“On a creative level, I feel like becoming a mother has totally deepened and expanded my writing practice. It’s opened me up to thinking about caregiving as a subject with a new kind of focus, and not just caregiving within the boundaries of a parent/child relationship.”
On the parallels between the grind of motherhood and creative work:
"Making art is also just doing the work, so that’s also boring sometimes. It’s more mentally exciting maybe than changing diapers or something like that, but I see the similarities in that sense."
Creativity with a big C
I’m also still learning that a big part of the problem lies in how we view creativity itself, and the assumptions and stereotypes that surround it (see issue two for more on this).
Anyone who parents knows what intensely creative work it is; but when we talk about motherhood and creativity, we are talking about what Psychology Today calls “Big C” creativity – that is, substantial, ‘important’ or publicly acknowledged or celebrated contributions to a creative field. But that doesn’t mean mothers are being any less creative:
“Much of the creative work that mothers complete may be called acts of everyday creativity, or “little c” creativity. These acts may not be recognized with a Pulitzer, Oscar, or Fields Medal, but as developmental psychologist David Feldman says, these “little c” creative acts are equally as important as “Big C” creativity for the “preservation, enrichment, and continuity of culture.”
I always felt injecting creativity into day-to-day things like snack-making and toy-tidying were ways of keeping myself sane – it's comforting to know there's also something bigger at play.
Things I read and loved this month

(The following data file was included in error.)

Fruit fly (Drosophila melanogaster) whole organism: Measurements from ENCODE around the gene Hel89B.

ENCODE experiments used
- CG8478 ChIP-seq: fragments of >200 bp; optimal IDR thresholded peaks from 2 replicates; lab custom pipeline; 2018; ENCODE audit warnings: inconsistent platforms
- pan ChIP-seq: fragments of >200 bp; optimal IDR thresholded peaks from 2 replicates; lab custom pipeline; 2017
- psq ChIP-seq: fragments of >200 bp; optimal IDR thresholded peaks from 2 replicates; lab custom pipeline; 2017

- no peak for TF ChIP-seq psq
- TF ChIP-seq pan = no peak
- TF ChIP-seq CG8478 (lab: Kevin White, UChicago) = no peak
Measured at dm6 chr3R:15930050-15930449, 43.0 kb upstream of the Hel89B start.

“The key as a parent is just making sure your creative pilot light never goes out” – Jessica Hische hits the nail on the head with this Twitter thread (and creates a Discord server for parents to boot).
"I thought I was going to have to pass on the assignment all together, which felt particularly ironic": Beautiful, intimate portraits of mothers who lost their jobs during the pandemic, all shot remotely thanks to the creative thinking of a breastfeeding photographer.
Such a cool idea: OwnTrail, a platform that lets you visualise different women’s work and life paths (and create your own), with the goal of advancing women "through the scalable owning and sharing of the trails we blaze through life”.
A new book features the work 227 authors who became mothers during the pandemic.
This looks like a great new newsletter series aimed at dads.
I'll leave you with...
How did I miss this before? As a lifelong Alanis Morisette fan, this video from last summer of her performing a beautiful new track about being a parent (with her kid in tow) brought lots of feels.
Like so many, I’ve often connected with the parts of Alanis Morisette lyrics that help me process and understand difficult and painful experiences: breakups, estranged parents, bad relationships.
So there was something so powerful and moving about the unbridled hope and positivity in Ablaze. Seeing her beautiful lyricism applied to parenting is such a gift. The official video is a tonic too.
So: can motherhood make you more creative? For me, the answer is undoubtedly yes. After all, this newsletter – and the incredible connections, conversations and ideas it has sparked – wouldn’t exist without it (even if it does mean I wrote most of it to the white noise soundtrack coming from the baby monitor).
That’s it for this month. As always, if you have any feedback, article recommendations or just want to say hi, I’d love to hear from you.
Thanks for reading, and see you next month,